In terms of the original purpose of urban parks—to create a sanctuary from the density of the built environment—I was certainly enveloped in a mental ‘escape’ from navigating crowded streets and subway stations, suspended ten feet above the street, but Olmsted’s manufactured ‘wilderness’ was far from view. A few plantings of trees, prairie grasses, and shrubbery honored the original wildflowers that had been photographed along the abandoned railroad bed in the 1980s and 90s before this land was developed into the park it is today. A far cry from Central Park’s great boulders and ancient oaks, I was very much still in the city, with apartments, office buildings, and construction projects surrounding me on all sides, at times as close as an arm’s length away.
However, the act of walking a single path, given the only direction is forward, effectively took care of wayfinding for me so that all my mental energy was left to taking in the environment around me. Just like Olmsted’s winding and meandering paths at Central Park eliminated any choice to determine where I would go, the minimalism of a single linear path at the High Line also removed navigation from my mental experience, leaving more space for contemplation and observation of the vertical landscapes around me. I felt similar emotions of wonder and curiosity, but the subjects of my attention were apartment balconies with an assortment of plastic furniture and bicycles, or luxury hotel rooms where one might catch a glimpse of the people who could afford such amenities.
In Philadelphia, I visited the first phase of development along the former Reading Railroad line that goes through the northern part of Center City. The Rail Park takes advantage of a postindustrial environment similar to the High Line, with massive steel structures rising above the railroad, and a variety of elevation within the cityscape: portions of the proposed three-mile park and pedestrian transportation corridor are elevated, at street level, and underground. Much like Joel Sternfeld’s photographs that drew developers’ attention to the High Line, the urban explorer population of Philadelphia have given the Reading tunnel its five minutes of fame on Instagram and photography blogs. The Rail Park is part of a larger High Line Network of parks that echo similar design concepts, ranging from finished projects to proposals in early planning stages, located in urban spaces across North America. “Phase 1” is expected to open in July 2018.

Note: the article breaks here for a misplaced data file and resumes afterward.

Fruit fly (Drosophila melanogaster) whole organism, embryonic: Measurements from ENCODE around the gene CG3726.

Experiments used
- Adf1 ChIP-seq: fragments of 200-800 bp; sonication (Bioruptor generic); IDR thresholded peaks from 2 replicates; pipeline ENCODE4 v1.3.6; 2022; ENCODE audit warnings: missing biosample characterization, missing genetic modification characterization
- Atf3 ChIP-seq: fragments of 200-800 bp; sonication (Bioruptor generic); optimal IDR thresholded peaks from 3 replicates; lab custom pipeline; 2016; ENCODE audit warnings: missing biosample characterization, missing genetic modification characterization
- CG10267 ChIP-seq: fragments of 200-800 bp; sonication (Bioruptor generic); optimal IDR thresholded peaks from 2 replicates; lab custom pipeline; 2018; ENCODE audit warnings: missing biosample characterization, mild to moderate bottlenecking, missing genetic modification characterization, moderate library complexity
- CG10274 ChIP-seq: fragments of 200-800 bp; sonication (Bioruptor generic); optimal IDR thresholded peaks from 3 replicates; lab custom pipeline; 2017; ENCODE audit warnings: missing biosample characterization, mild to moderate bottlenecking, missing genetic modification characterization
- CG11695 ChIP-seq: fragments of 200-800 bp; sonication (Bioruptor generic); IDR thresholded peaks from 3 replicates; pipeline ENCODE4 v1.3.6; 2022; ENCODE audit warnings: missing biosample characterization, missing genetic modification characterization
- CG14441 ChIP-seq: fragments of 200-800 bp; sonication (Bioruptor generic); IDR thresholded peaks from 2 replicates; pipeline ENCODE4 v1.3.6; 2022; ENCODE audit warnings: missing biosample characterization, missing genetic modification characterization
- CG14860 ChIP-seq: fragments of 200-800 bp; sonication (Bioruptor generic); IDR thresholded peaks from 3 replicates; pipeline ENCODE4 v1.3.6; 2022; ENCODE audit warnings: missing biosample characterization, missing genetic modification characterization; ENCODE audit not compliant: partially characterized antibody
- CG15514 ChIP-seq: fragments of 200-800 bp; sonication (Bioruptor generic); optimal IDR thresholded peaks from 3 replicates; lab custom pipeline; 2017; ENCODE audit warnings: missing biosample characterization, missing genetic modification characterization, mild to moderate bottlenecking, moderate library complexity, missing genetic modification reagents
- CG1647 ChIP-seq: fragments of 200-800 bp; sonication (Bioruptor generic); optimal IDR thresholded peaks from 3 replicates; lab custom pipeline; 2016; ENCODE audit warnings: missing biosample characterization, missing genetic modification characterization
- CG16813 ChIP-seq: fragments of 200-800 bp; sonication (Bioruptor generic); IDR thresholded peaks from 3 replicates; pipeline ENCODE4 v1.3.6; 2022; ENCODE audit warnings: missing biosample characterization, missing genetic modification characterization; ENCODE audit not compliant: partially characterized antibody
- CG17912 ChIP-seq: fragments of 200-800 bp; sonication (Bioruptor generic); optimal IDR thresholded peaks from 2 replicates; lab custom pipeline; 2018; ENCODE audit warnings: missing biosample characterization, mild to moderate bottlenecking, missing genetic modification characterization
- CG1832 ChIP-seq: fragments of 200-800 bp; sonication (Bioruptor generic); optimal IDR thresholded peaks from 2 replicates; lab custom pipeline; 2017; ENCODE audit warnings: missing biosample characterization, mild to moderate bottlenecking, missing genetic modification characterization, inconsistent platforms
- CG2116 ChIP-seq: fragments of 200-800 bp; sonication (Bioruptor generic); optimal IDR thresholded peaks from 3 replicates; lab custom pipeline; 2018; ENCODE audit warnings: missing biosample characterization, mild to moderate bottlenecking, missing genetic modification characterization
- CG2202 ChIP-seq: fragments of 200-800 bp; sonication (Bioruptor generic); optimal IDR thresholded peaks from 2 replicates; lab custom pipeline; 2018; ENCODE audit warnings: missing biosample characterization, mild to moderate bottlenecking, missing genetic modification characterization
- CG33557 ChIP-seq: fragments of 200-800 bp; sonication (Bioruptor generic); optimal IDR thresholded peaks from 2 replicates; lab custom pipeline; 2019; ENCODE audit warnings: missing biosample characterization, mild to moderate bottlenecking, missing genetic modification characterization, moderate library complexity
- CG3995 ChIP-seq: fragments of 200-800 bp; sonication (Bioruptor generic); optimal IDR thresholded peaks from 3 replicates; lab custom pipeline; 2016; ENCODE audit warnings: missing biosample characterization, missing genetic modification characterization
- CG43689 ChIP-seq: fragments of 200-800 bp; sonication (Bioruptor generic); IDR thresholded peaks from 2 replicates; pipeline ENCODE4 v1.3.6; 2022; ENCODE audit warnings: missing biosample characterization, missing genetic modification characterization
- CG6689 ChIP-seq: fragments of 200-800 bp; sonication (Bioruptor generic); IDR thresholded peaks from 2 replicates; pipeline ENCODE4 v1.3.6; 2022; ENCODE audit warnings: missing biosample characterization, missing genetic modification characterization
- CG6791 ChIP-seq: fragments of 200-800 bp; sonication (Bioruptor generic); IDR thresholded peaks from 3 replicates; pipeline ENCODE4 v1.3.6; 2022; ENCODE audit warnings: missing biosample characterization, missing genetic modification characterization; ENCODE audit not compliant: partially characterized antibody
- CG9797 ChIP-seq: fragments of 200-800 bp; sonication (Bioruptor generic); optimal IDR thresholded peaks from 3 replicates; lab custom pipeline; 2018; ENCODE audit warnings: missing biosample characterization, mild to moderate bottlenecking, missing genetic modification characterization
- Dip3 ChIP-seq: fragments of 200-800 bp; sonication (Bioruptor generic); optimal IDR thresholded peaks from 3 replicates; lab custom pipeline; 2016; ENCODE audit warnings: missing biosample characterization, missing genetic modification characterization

My third and final destination was the 606 Trail in Chicago, opened in 2015. Built on the old Bloomingdale railroad line in the Logan Park neighborhood of Northwest Chicago, the 2.7-mile, elevated trail is mostly dedicated to bike transportation, catering to the commuter population that lives outside the city. As opposed to the High Line’s stylized, design-focused path that weaves through trees and exposed rails, the 606 trail is a paved bike path with lane markings, featuring a softer path material on each side for walkers and joggers.
When it became clear that the Industrial Revolution would quickly take hold in America and land would not be spared, early proponents of the necessity of the natural world feared the fate of urban landscapes, and scrambled to set aside space for parks. In the 1800s, growth moved horizontally across the East Coast and with the development of the railroad industry, further West until the country had been mapped and Native claims to territory had been exploited or ignored. In our current postindustrial state, urban American landscapes have grown vertically to account for the lack of greenspace on the ground. Forward-thinking landscape architects are transforming former industrial transportation corridors into veins of suspended forestry, where pedestrians escape cityscapes via elevation.